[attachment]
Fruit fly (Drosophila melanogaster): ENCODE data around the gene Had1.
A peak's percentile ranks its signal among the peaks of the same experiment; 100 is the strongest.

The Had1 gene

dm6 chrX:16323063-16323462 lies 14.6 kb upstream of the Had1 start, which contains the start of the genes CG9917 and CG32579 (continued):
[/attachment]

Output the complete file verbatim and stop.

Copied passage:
Fruit fly (Drosophila melanogaster): ENCODE data around the gene Had1.
A peak's percentile ranks its signal among the peaks of the same experiment; 100 is the strongest.

The Had1 gene

dm6 chrX:16323063-16323462 lies 14.6 kb upstream of the Had1 start, which contains the start of the genes CG9917 and CG32579 (continued):